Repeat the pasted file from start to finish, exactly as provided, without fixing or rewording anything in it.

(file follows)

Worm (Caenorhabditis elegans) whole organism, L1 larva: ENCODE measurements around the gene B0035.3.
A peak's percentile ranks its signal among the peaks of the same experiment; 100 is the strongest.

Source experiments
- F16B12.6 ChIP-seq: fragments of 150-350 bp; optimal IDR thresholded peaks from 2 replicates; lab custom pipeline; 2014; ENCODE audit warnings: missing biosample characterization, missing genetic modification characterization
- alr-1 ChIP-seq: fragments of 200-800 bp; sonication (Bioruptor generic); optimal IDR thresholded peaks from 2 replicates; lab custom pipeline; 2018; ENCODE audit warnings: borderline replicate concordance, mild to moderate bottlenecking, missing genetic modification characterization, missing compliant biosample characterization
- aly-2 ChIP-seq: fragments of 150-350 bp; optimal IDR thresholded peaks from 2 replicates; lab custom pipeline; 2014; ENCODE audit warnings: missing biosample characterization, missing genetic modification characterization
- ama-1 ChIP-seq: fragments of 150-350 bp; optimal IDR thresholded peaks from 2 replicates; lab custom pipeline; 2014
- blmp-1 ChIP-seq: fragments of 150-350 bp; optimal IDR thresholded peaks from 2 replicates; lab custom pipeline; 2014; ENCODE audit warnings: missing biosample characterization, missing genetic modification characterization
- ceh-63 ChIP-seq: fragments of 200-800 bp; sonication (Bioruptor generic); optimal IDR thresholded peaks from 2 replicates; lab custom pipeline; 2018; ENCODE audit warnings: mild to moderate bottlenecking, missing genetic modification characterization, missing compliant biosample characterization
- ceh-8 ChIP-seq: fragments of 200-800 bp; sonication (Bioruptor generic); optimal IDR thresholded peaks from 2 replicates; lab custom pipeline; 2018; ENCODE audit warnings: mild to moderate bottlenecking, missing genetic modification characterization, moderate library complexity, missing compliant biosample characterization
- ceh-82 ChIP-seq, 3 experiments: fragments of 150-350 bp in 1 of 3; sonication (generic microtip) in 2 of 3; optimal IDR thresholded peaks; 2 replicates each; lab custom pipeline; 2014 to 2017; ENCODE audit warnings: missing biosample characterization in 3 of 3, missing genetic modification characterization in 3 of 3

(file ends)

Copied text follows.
Worm (Caenorhabditis elegans) whole organism, L1 larva: ENCODE measurements around the gene B0035.3.
A peak's percentile ranks its signal among the peaks of the same experiment; 100 is the strongest.

Source experiments
- F16B12.6 ChIP-seq: fragments of 150-350 bp; optimal IDR thresholded peaks from 2 replicates; lab custom pipeline; 2014; ENCODE audit warnings: missing biosample characterization, missing genetic modification characterization
- alr-1 ChIP-seq: fragments of 200-800 bp; sonication (Bioruptor generic); optimal IDR thresholded peaks from 2 replicates; lab custom pipeline; 2018; ENCODE audit warnings: borderline replicate concordance, mild to moderate bottlenecking, missing genetic modification characterization, missing compliant biosample characterization
- aly-2 ChIP-seq: fragments of 150-350 bp; optimal IDR thresholded peaks from 2 replicates; lab custom pipeline; 2014; ENCODE audit warnings: missing biosample characterization, missing genetic modification characterization
- ama-1 ChIP-seq: fragments of 150-350 bp; optimal IDR thresholded peaks from 2 replicates; lab custom pipeline; 2014
- blmp-1 ChIP-seq: fragments of 150-350 bp; optimal IDR thresholded peaks from 2 replicates; lab custom pipeline; 2014; ENCODE audit warnings: missing biosample characterization, missing genetic modification characterization
- ceh-63 ChIP-seq: fragments of 200-800 bp; sonication (Bioruptor generic); optimal IDR thresholded peaks from 2 replicates; lab custom pipeline; 2018; ENCODE audit warnings: mild to moderate bottlenecking, missing genetic modification characterization, missing compliant biosample characterization
- ceh-8 ChIP-seq: fragments of 200-800 bp; sonication (Bioruptor generic); optimal IDR thresholded peaks from 2 replicates; lab custom pipeline; 2018; ENCODE audit warnings: mild to moderate bottlenecking, missing genetic modification characterization, moderate library complexity, missing compliant biosample characterization
- ceh-82 ChIP-seq, 3 experiments: fragments of 150-350 bp in 1 of 3; sonication (generic microtip) in 2 of 3; optimal IDR thresholded peaks; 2 replicates each; lab custom pipeline; 2014 to 2017; ENCODE audit warnings: missing biosample characterization in 3 of 3, missing genetic modification characterization in 3 of 3